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The German under this door frame reads: "The spirit and the bride say come, Lord Jesus."
photo by Rhonda Spivak

The German under this door frame reads: " Let your face shine on us."
photo by Rhonda Spivak

Ben-Gurion St in Haifa where all the Templar Homes were built
photo by Rhonda Spivak

The Colony Hotel, originally built in the 1920's in the German Colony
photo by Rhonda Spivak

A restaurant in the German Colony. On the door frame it says in German From Psalm 118: O Lord, help, O Lord, let us succeed.
photo by Rhonda Spivak


by Rhonda Spivak, October 8, 2017

Walking down Ben-Gurion street in Haifa, it is hard to imagine that this was area was once a nerve center for the Nazi party in the 1930's, where Nazi flags could be seen flying. 


The area, known as the German colony was settled in 1868 by German Templers who believed that the Second Coming of Jesus would occur only if they lived in the Holy Land according to Jesus's teachings and those of the biblical prophets. Their mission was to settle the Holy Land and set up an exemplary Christian community. Templers viewed each individual as a small temple, which is why they didn’t build churches, but a community hall instead. They were excommunicated from the Protestant Church in 1858 for their extreme ideas, but later came back into the fold, and built churches. 


Although the buildings that they built as homes are now restored as restaurants and bars mostly, you can still detect German writing at the top of the doors to some of these buildings. (It goes without saying that it is somewhat strange to see German writing such as this in Israel today.)


When the Nazi party rose to power in Germany, there were ripple effects in their expatriate communities, including in British Mandatory Palestine. A branch of the Nazi party was established in Haifa by Templer Karl Ruff in 1933, and other Templer colonies followed suit, including Jerusalem. Younger, less religious Templers were attracted to National Socialism, while the older Templers were more resistant, being afraid that Hitler would overtake Jesus ideologically. Young Templers who had studied in Germany came back to the Holy Land influenced by Nazi zeal. (See:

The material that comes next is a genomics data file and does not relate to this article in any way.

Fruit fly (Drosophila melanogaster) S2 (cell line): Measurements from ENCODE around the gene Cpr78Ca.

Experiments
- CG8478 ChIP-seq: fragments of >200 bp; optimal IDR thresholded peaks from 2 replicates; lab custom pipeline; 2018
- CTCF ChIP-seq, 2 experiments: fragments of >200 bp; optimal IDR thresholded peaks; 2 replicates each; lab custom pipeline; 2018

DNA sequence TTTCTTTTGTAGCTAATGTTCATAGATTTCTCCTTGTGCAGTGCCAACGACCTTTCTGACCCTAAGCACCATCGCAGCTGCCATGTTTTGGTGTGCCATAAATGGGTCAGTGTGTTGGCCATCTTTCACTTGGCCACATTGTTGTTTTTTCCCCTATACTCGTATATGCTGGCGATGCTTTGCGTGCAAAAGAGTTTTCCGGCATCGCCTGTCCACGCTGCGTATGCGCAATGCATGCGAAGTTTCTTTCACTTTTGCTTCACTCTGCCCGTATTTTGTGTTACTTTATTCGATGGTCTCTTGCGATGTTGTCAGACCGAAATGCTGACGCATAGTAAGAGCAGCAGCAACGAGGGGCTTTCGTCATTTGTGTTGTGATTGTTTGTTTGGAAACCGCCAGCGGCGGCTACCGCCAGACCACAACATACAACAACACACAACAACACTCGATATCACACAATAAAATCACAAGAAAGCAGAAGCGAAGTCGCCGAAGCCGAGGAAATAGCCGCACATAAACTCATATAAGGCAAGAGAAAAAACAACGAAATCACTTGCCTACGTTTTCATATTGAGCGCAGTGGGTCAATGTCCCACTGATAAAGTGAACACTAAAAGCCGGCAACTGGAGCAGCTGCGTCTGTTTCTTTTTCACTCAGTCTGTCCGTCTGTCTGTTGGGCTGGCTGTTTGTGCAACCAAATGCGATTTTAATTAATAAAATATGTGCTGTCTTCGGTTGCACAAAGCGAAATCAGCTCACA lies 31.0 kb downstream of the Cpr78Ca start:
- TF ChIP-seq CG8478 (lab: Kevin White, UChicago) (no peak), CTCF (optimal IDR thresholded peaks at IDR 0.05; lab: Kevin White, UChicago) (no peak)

In 1937, some 34% of the Templers were card-carrying members of the Nazi party, and some enlisted in the German army, leaving the Holy Land. When World War II broke out, the Templers in Haifa suddenly found themselves as citizens of an enemy state living under British rule. The British deported them to Australia and some to Germany. A very interesting piece of information I learned from reading the signage in the German colony today is that some Templers were deported to Germany during World War ll "in exchange for Jews trapped in war torn Europe." (I assume the British negotiated this exchange and wonder how many people it involved, but this information wasn't on the signage).  


At the end of the first world war, the British expelled the Templers from the land but allowed their return in 1921. At the outbreak of World War II some of the young among the German Templers were recruited into the German army and left the country. During the curse of the war many of the remaining settlers were expelled to Australia and Germany, some of them in exchange for Jews who were trapped in war torn Europe. In April 1948, the British evacuated most of those who remained. Through a reparation agreement with the State of Israel and the Federal Republic the German colonists were compensated for loss of property, [note they didn't have any right of return though had been there since 1896]. Most of them live today in Australia and Germany.


The area is definitely worth visiting, just to see the German writing over the doors of the buildings alone. 

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Rhonda Spivak, Editor

Publisher: Spivak's Jewish Review Ltd.

Opinions expressed in letters to the editor or articles by contributing writers are not necessarily endorsed by Winnipeg Jewish Review.